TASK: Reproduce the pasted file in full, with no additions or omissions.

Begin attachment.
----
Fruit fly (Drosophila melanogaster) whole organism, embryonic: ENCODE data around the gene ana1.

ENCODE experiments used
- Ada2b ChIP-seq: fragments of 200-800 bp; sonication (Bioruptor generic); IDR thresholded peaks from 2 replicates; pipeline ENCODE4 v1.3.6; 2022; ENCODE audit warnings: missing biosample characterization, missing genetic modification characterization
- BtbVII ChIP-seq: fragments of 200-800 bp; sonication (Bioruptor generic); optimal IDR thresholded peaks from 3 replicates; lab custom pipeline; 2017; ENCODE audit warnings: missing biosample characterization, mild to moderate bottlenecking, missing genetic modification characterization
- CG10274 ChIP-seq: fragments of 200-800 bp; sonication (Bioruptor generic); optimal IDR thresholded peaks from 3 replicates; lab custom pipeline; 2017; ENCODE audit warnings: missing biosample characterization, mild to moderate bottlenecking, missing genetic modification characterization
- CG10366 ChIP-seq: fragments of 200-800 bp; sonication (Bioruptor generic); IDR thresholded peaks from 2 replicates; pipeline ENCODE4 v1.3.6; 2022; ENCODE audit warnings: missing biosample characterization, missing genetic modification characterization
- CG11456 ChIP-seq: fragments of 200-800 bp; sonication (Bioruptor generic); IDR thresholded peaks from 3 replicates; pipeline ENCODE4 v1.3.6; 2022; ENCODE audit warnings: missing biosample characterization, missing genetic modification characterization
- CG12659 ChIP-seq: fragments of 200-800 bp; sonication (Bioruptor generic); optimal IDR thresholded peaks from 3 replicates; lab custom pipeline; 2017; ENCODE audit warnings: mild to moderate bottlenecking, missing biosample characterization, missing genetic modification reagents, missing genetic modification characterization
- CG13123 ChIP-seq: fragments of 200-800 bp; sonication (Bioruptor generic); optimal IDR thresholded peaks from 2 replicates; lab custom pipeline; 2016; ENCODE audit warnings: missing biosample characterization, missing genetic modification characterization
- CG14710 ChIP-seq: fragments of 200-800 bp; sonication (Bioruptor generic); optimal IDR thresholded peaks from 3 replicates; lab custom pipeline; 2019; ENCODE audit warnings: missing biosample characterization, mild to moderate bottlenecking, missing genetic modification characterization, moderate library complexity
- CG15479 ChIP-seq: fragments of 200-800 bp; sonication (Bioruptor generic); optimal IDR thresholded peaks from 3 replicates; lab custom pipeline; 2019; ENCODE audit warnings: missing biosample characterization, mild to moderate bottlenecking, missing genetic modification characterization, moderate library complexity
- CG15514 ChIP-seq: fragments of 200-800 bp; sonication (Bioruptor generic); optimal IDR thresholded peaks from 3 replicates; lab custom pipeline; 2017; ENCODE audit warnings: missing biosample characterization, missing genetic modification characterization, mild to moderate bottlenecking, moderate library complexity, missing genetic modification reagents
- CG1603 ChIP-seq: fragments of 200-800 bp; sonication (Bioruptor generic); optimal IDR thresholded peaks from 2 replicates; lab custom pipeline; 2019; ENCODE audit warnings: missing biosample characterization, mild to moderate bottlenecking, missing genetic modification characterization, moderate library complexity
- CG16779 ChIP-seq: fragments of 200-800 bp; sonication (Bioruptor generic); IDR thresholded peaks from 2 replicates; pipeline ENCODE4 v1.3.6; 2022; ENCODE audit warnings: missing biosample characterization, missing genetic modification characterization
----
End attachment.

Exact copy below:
Fruit fly (Drosophila melanogaster) whole organism, embryonic: ENCODE data around the gene ana1.

ENCODE experiments used
- Ada2b ChIP-seq: fragments of 200-800 bp; sonication (Bioruptor generic); IDR thresholded peaks from 2 replicates; pipeline ENCODE4 v1.3.6; 2022; ENCODE audit warnings: missing biosample characterization, missing genetic modification characterization
- BtbVII ChIP-seq: fragments of 200-800 bp; sonication (Bioruptor generic); optimal IDR thresholded peaks from 3 replicates; lab custom pipeline; 2017; ENCODE audit warnings: missing biosample characterization, mild to moderate bottlenecking, missing genetic modification characterization
- CG10274 ChIP-seq: fragments of 200-800 bp; sonication (Bioruptor generic); optimal IDR thresholded peaks from 3 replicates; lab custom pipeline; 2017; ENCODE audit warnings: missing biosample characterization, mild to moderate bottlenecking, missing genetic modification characterization
- CG10366 ChIP-seq: fragments of 200-800 bp; sonication (Bioruptor generic); IDR thresholded peaks from 2 replicates; pipeline ENCODE4 v1.3.6; 2022; ENCODE audit warnings: missing biosample characterization, missing genetic modification characterization
- CG11456 ChIP-seq: fragments of 200-800 bp; sonication (Bioruptor generic); IDR thresholded peaks from 3 replicates; pipeline ENCODE4 v1.3.6; 2022; ENCODE audit warnings: missing biosample characterization, missing genetic modification characterization
- CG12659 ChIP-seq: fragments of 200-800 bp; sonication (Bioruptor generic); optimal IDR thresholded peaks from 3 replicates; lab custom pipeline; 2017; ENCODE audit warnings: mild to moderate bottlenecking, missing biosample characterization, missing genetic modification reagents, missing genetic modification characterization
- CG13123 ChIP-seq: fragments of 200-800 bp; sonication (Bioruptor generic); optimal IDR thresholded peaks from 2 replicates; lab custom pipeline; 2016; ENCODE audit warnings: missing biosample characterization, missing genetic modification characterization
- CG14710 ChIP-seq: fragments of 200-800 bp; sonication (Bioruptor generic); optimal IDR thresholded peaks from 3 replicates; lab custom pipeline; 2019; ENCODE audit warnings: missing biosample characterization, mild to moderate bottlenecking, missing genetic modification characterization, moderate library complexity
- CG15479 ChIP-seq: fragments of 200-800 bp; sonication (Bioruptor generic); optimal IDR thresholded peaks from 3 replicates; lab custom pipeline; 2019; ENCODE audit warnings: missing biosample characterization, mild to moderate bottlenecking, missing genetic modification characterization, moderate library complexity
- CG15514 ChIP-seq: fragments of 200-800 bp; sonication (Bioruptor generic); optimal IDR thresholded peaks from 3 replicates; lab custom pipeline; 2017; ENCODE audit warnings: missing biosample characterization, missing genetic modification characterization, mild to moderate bottlenecking, moderate library complexity, missing genetic modification reagents
- CG1603 ChIP-seq: fragments of 200-800 bp; sonication (Bioruptor generic); optimal IDR thresholded peaks from 2 replicates; lab custom pipeline; 2019; ENCODE audit warnings: missing biosample characterization, mild to moderate bottlenecking, missing genetic modification characterization, moderate library complexity
- CG16779 ChIP-seq: fragments of 200-800 bp; sonication (Bioruptor generic); IDR thresholded peaks from 2 replicates; pipeline ENCODE4 v1.3.6; 2022; ENCODE audit warnings: missing biosample characterization, missing genetic modification characterization